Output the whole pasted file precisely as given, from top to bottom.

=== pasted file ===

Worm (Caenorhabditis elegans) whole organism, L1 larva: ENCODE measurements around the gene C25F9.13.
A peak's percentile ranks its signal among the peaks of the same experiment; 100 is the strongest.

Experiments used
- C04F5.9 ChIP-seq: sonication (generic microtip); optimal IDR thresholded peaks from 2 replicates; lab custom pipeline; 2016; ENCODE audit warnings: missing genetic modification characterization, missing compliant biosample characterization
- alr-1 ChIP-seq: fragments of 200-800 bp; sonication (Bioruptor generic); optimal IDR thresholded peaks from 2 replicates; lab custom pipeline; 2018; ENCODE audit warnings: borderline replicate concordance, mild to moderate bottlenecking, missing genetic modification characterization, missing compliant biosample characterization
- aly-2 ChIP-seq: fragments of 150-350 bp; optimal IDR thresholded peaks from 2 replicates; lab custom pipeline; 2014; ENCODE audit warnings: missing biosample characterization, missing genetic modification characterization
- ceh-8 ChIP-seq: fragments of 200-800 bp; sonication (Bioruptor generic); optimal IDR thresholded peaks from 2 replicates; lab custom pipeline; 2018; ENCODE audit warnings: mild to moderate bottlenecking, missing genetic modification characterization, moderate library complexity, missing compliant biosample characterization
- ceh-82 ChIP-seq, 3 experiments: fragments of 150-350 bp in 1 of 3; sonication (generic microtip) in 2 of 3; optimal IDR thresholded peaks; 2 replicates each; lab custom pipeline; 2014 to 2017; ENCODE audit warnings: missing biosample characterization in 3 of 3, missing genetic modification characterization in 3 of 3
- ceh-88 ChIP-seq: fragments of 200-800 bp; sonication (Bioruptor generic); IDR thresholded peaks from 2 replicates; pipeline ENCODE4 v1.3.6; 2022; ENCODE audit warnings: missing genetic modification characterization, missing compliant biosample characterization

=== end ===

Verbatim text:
Worm (Caenorhabditis elegans) whole organism, L1 larva: ENCODE measurements around the gene C25F9.13.
A peak's percentile ranks its signal among the peaks of the same experiment; 100 is the strongest.

Experiments used
- C04F5.9 ChIP-seq: sonication (generic microtip); optimal IDR thresholded peaks from 2 replicates; lab custom pipeline; 2016; ENCODE audit warnings: missing genetic modification characterization, missing compliant biosample characterization
- alr-1 ChIP-seq: fragments of 200-800 bp; sonication (Bioruptor generic); optimal IDR thresholded peaks from 2 replicates; lab custom pipeline; 2018; ENCODE audit warnings: borderline replicate concordance, mild to moderate bottlenecking, missing genetic modification characterization, missing compliant biosample characterization
- aly-2 ChIP-seq: fragments of 150-350 bp; optimal IDR thresholded peaks from 2 replicates; lab custom pipeline; 2014; ENCODE audit warnings: missing biosample characterization, missing genetic modification characterization
- ceh-8 ChIP-seq: fragments of 200-800 bp; sonication (Bioruptor generic); optimal IDR thresholded peaks from 2 replicates; lab custom pipeline; 2018; ENCODE audit warnings: mild to moderate bottlenecking, missing genetic modification characterization, moderate library complexity, missing compliant biosample characterization
- ceh-82 ChIP-seq, 3 experiments: fragments of 150-350 bp in 1 of 3; sonication (generic microtip) in 2 of 3; optimal IDR thresholded peaks; 2 replicates each; lab custom pipeline; 2014 to 2017; ENCODE audit warnings: missing biosample characterization in 3 of 3, missing genetic modification characterization in 3 of 3
- ceh-88 ChIP-seq: fragments of 200-800 bp; sonication (Bioruptor generic); IDR thresholded peaks from 2 replicates; pipeline ENCODE4 v1.3.6; 2022; ENCODE audit warnings: missing genetic modification characterization, missing compliant biosample characterization